“So many trees,” she muttered.

“Over the years, I’ve learned that trees are a lot easier to live with than people. All I’ve ever needed was my club.”

She wanted to be included in the equation, not just his club. There was a broken darkness in Forge, and she felt connected to him because of it.

“Where are we going?”

Forge ignored her question until he reached a Harley parked at the side of the clubhouse. It was separate from the others, and he immediately slung his leg over the side and sat down. He glanced over at her standing there on the sidelines. “What are you waiting for, sweetheart?”

Chapter Three

Beth had never ridden bikes before coming here. She’d never gone to the park to enjoy life, nor had she ever had any fun. Her father had always dominated her life. He’d been there to keep her in line and tell her what to do. There was never a time when she could be her own person. He was always there, waiting, ordering her around, telling her what to do. His word had been law.

She didn’t have a choice in the matter. She had to follow his instructions, his rules for as long as she could remember. No matter how much she hated him, he’d tried to beat her into submission. In a way, she’d followed him for fear of the pain, but that had been as far as she’d been willing to go.

Like now, her father still believed she was nothing but a willing pet, a slave. Someone he could order around, and she’d do as she was told.

What her father didn’t realize was that all this time she’d been biding her time for him to make a mistake. In the beginning, she thought his mistake would come in the form of letting her go, giving her a chance to escape. He’d always covered his ass, or at least hers. Someone was always waiting in the wings to drag her back home, or he had a guard posted outside of her door, waiting to keep her in hell.

When he’d told her she was going to be a present for a biker club, at first, she’d been afraid, but then, she knew she was going to take this chance and find a way to enjoy her freedom one way or another.

Wrapping her arms around Forge, she felt the wind all around them. She closed her eyes, enjoying the feeling, but then she opened them to watch the passing view. There were no chains around her. Even though she had no choice but to hold on to Forge, it was still better than driving in a car. The city was all the same. People covering the paths, crossing roads, monstrous buildings filling up all the available space. It was all created by man. No beauty unless you counted the planted trees that were always kept in neat order.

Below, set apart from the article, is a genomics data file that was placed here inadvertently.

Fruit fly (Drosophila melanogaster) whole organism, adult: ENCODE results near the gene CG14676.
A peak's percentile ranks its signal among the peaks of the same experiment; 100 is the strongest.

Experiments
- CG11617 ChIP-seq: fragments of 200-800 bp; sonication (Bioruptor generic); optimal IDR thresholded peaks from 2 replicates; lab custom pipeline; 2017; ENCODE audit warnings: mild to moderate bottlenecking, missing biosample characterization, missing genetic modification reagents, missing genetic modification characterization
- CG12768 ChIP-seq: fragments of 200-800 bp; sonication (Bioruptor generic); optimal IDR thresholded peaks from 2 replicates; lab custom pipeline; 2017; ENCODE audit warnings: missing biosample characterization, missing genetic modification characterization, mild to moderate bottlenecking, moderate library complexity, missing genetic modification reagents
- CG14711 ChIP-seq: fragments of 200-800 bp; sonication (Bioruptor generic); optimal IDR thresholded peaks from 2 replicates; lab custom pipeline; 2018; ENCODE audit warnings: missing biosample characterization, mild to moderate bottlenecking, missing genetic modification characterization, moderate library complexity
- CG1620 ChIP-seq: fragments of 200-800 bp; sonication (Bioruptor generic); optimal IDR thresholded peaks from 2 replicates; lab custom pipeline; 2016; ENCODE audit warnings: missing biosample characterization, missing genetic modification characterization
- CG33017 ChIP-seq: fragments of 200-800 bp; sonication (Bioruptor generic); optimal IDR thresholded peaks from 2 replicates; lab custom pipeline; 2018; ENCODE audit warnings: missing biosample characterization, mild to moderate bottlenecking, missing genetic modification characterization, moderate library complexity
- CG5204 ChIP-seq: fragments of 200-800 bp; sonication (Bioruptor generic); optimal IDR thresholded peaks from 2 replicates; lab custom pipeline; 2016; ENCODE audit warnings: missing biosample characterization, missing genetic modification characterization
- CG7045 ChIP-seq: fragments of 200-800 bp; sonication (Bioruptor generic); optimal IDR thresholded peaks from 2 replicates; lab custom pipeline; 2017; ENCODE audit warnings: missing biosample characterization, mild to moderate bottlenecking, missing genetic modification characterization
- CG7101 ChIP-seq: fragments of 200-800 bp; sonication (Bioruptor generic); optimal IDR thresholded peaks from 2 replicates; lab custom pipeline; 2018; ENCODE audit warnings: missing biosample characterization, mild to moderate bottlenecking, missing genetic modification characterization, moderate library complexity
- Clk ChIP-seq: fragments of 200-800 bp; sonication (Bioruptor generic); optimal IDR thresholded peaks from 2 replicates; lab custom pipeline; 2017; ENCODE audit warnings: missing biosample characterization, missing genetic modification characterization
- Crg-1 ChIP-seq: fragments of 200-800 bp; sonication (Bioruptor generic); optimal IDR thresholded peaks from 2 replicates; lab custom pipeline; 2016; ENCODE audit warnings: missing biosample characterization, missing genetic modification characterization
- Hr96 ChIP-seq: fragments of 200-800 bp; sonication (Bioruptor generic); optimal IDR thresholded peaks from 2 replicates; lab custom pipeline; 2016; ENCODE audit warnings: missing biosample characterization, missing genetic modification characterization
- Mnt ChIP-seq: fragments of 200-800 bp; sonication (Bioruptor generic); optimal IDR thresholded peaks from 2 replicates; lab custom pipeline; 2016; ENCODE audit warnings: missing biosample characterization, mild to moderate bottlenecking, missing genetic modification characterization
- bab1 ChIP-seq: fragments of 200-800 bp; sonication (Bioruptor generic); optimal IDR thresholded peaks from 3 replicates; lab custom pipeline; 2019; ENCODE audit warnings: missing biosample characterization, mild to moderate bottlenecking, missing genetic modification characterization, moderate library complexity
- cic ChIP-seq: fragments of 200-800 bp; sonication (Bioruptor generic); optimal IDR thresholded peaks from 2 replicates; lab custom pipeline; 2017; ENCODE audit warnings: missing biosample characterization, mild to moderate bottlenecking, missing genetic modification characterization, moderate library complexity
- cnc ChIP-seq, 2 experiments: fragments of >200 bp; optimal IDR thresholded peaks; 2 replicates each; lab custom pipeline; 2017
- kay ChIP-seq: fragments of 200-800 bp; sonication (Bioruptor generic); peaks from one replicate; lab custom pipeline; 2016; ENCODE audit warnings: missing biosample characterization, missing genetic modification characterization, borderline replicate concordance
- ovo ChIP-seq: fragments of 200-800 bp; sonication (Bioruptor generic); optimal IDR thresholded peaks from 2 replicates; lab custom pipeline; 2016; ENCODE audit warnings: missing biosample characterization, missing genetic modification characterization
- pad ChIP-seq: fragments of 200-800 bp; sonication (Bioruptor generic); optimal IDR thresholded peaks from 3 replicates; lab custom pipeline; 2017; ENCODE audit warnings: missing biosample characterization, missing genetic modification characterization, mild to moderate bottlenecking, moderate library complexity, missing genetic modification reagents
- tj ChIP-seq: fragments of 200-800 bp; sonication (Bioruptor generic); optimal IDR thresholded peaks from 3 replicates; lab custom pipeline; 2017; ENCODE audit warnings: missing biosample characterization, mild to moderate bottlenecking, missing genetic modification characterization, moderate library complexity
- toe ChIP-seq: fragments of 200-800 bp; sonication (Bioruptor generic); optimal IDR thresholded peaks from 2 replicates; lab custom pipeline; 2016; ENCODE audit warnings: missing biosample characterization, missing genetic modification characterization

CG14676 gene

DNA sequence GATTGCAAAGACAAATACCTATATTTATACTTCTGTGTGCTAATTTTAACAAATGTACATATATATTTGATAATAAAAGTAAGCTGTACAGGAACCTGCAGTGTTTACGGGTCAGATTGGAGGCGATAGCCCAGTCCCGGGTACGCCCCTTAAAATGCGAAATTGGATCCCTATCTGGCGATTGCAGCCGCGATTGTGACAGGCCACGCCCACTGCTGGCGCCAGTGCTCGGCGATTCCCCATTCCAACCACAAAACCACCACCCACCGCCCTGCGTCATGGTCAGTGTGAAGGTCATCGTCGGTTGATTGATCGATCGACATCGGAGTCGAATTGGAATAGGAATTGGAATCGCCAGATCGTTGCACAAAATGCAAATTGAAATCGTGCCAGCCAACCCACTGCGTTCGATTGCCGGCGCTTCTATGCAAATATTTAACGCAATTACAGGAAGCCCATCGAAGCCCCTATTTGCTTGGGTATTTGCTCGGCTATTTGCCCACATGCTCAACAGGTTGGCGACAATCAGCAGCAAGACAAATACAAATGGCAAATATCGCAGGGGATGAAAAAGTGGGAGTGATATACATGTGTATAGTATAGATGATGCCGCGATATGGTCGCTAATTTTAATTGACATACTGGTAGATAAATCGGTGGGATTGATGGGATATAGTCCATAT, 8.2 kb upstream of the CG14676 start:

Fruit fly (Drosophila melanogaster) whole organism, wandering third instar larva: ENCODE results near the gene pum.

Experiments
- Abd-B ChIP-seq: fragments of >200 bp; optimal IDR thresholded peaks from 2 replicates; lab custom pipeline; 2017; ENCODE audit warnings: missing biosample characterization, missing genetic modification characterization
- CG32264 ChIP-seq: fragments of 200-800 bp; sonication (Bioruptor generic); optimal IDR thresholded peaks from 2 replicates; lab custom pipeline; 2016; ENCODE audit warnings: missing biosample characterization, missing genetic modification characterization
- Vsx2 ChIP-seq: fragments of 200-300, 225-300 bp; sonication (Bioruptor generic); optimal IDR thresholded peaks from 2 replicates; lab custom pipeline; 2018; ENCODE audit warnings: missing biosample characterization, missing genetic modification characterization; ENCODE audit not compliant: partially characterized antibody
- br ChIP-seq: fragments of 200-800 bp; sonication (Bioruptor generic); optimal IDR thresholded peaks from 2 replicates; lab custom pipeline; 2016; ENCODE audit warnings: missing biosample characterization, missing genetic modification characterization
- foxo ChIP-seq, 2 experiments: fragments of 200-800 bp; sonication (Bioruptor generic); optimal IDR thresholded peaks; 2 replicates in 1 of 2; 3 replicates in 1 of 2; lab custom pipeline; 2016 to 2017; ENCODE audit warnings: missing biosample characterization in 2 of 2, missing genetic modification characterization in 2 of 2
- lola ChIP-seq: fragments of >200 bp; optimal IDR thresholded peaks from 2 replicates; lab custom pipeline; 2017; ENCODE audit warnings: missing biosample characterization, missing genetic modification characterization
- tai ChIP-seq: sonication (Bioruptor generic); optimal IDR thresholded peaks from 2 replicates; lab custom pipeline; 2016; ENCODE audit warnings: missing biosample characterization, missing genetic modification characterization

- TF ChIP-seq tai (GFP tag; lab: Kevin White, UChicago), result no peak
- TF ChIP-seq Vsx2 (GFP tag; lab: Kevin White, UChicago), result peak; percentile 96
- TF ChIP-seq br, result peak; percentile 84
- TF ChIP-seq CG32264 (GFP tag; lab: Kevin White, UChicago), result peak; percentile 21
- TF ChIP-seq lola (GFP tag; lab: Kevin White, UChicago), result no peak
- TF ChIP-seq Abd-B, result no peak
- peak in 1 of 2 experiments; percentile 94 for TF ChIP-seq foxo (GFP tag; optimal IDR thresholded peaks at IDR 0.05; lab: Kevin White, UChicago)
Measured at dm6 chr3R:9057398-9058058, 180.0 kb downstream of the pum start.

She hated the city.

What she saw now was life. Country life was worth living for. Nothing else ever was.

Forge rode the bike, keeping on the roads, bending when needed. Not once did she fear for her life, and she couldn’t stop smiling.

This was what it meant to be free.

Forge slowed the bike down, coming to a stop at a diner. There were only a couple of cars parked in the dusty parking lot, and the diner itself looked like it was in serious need of repair.

“Are you hungry?”

“Yes.” She hadn’t realized how much until he asked.

“What do you want?” He patted her leg.

“What?”

“First, I need you to get off the bike,” he said.

“Oh, of course.” She slid off the bike and didn’t expect the jelly-like feel of her legs, and she stumbled.

He let out a little laugh, capturing her before she hit the ground. Her father would have let her fall. Men would have laughed. Forge held her close. “Sorry, I should have warned you.”

“It’s fine.” She liked his arm wrapped around her. He had a way of making her feel protected, connected to him.

It was unlike anything else she’d ever experienced in her life.

She knew she held a lot of issues when it came to love and affection. For so long, she’d gone without. She was the outcast, the bastard child nobody wanted. Any kind of affection was like a drug to her. All she ever wanted was love, and well, her father saw her as nothing more than a pawn to be used. He didn’t care about her at all. He’d never loved her, and most of the time, she was okay with that, at least she tried to tell herself repeatedly she was okay with that.

“I’m going to have to teach you how to ride a bike,” he said.

“You mean by myself?”

“You’re a strange woman. Yes, to ride a bike and by yourself. I can’t wait to see you all in leather.” Forge frowned. “What did your father let you do exactly?”

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